35 This ground is apparently directed to the inconsistency the RRT identified between the wife�s and the husband�s evidence. The Judge found that the RRT had properly put the appellants on notice of the inconsistency. It is true, as the trial Judge noticed, the RRT did not provide the appellants with a document of the kind identified in s 424A(2) of the Act but the appellants were not denied procedural fairness and natural justice thereby, because the Judge found that the RRT put the appellants squarely on notice of the RRT�s perception of the inconsistency. It has to be remembered that the Judge listened to the tapes of the hearing.

36 The male appellant argued that there was no inconsistency. The difference in their accounts was due to a misunderstanding. The male appellant did not identify any error on the part of the Judge in his reasoning and conclusion on this appeal.

37 The female appellant put to this Court that the questions asked of the appellants in relation to the incident were simply directed at identifying inconsistencies in the appellants� evidence. There is nothing to support this contention. The incident was a significant part of the appellants� application for review and the Tribunal member was entitled to ask the questions she did.

Ground 4

38 This ground is misconceived. The trial Judge did not consider himself bound by s 474 to dismiss the appellants� application. He made no mention of s 474. He relied on the Full Court decision in NAHV of 2002 v Minister for Immigration & Multicultural & Indigenous Affairs [2003] FCAFC 102 at [22] in concluding that a failure to comply strictly with s 424A(2) was not jurisdictional error, because it was a �purely procedural question of the method or vehicle of conveying the important substantive information referred to in s 424A(1)�. This ground must fail.

Ground 5

39 The female appellant raised some further matters at the resumed hearing.

40 First, she claimed that the Tribunal member erred in finding that the appellants� Bangladeshi passports were genuine and inferring that the appellants were therefore likely to be Bangladeshi citizens and unlikely to be non-citizen Biharis. Secondly, she complained of the RRT�s finding that the male appellant had no Bihari background.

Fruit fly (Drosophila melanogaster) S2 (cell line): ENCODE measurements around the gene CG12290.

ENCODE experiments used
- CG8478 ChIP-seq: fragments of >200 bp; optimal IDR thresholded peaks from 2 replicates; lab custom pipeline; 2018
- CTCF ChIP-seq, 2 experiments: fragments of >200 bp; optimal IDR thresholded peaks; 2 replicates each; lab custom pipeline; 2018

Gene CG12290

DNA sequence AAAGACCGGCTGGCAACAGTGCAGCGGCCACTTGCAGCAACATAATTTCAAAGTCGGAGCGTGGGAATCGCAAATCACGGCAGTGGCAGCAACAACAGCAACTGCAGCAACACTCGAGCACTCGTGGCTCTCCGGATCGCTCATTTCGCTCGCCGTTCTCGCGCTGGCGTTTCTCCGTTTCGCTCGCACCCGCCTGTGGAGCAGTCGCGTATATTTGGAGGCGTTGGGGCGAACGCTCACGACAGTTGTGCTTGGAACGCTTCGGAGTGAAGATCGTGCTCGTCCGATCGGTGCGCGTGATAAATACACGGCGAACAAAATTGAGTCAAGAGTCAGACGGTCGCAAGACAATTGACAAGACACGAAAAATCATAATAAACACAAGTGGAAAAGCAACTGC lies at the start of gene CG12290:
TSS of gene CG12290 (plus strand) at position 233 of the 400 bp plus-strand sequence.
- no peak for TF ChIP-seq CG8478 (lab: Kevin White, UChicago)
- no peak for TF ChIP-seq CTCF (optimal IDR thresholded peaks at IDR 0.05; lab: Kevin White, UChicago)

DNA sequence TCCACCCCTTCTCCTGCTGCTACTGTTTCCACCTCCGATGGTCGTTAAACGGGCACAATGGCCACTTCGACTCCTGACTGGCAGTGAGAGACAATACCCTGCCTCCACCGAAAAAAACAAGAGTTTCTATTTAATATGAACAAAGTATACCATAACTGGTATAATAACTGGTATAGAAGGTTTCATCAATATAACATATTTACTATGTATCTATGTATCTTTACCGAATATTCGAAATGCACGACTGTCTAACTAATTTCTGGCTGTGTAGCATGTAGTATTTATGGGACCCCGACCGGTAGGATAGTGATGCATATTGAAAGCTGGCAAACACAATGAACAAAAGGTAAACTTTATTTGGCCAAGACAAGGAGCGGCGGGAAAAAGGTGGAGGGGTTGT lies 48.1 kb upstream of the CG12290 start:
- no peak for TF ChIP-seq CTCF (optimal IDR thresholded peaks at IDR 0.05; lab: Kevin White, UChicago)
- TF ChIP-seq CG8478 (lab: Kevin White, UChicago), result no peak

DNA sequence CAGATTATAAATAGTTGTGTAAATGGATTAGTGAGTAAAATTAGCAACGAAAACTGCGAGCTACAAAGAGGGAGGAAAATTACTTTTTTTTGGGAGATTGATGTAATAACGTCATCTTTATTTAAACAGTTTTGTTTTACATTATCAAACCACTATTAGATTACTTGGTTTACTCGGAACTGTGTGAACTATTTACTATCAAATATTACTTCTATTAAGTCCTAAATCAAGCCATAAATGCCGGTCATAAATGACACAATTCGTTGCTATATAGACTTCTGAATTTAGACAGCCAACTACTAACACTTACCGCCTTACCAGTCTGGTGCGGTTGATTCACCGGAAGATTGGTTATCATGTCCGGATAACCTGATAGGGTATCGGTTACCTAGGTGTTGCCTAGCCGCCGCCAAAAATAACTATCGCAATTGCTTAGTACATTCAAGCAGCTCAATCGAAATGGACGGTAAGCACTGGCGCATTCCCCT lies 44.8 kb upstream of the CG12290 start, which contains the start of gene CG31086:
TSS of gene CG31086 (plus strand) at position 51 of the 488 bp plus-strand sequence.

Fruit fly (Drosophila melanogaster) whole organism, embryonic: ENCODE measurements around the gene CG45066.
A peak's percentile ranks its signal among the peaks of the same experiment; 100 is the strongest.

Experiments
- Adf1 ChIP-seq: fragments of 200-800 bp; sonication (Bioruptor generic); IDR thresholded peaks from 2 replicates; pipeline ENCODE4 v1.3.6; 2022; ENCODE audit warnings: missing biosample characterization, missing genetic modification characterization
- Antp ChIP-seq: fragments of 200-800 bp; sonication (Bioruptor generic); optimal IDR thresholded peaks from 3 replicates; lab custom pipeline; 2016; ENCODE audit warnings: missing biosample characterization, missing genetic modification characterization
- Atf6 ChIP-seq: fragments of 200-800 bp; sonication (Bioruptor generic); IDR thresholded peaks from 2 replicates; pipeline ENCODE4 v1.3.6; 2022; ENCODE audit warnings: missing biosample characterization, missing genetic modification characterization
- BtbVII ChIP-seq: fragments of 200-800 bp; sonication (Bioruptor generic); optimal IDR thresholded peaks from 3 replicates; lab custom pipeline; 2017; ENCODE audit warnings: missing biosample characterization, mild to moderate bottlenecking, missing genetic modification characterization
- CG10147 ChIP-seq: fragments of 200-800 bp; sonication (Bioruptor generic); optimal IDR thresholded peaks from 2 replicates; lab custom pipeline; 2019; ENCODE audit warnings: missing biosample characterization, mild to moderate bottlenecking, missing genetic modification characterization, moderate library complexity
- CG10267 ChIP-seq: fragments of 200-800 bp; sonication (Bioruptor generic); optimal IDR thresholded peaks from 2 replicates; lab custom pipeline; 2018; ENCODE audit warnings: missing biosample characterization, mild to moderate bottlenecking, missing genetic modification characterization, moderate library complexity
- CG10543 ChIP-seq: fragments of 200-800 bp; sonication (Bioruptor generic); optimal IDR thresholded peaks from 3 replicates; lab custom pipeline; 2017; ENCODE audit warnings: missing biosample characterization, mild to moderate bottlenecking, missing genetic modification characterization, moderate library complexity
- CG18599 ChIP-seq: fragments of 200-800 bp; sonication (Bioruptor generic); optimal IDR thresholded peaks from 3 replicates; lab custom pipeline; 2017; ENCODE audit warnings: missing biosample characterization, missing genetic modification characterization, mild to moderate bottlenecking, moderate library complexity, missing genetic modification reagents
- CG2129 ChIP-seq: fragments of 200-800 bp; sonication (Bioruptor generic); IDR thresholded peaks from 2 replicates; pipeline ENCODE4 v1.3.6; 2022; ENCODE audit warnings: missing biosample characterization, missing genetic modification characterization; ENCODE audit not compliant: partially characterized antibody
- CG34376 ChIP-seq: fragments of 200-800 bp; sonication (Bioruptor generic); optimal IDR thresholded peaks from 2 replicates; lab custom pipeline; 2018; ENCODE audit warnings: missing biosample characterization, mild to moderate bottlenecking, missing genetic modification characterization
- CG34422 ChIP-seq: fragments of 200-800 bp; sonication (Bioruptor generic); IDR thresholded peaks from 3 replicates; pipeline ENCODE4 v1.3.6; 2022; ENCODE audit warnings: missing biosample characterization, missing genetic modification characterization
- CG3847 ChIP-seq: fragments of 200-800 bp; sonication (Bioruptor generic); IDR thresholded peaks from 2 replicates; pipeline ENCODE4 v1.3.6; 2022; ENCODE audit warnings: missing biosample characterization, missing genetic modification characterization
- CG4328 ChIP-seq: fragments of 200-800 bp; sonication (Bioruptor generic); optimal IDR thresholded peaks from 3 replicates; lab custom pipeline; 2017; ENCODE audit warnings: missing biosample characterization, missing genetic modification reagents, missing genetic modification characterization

41 Thirdly, she submitted that the Tribunal member erred in finding certain documents to be fraudulent. In particular, she claimed that one document which referred to her married name at a time eight years before she was in fact married, simply contained a mistake.

42 None of these further matters disclosed any error on the part of the primary Judge.

43 These matters which comprised this last ground are no more than a complaint that the Judge did not address the merits of the appellants� application. Of course he was bound not to address the merits which were solely a matter for the RRT: Attorney-General (NSW) v Quin (1990) 170 CLR 1 at 35 � 36.

44 All grounds of appeal fail and the appeal must be dismissed.

I certify that the preceding forty-four (44) numbered paragraphs are a true copy of the Reasons for Judgment herein of the Honourable Justices Selway, Bennett and Lander.



Associate:


Dated: 16 December 2003



Appellants appeared in person




Counsel for the Respondent: R Bromwich



Solicitor for the Respondent: Clayton Utz



Date of Hearing: 28 November and 3 December 2003



Date of Judgment: 16 December 2003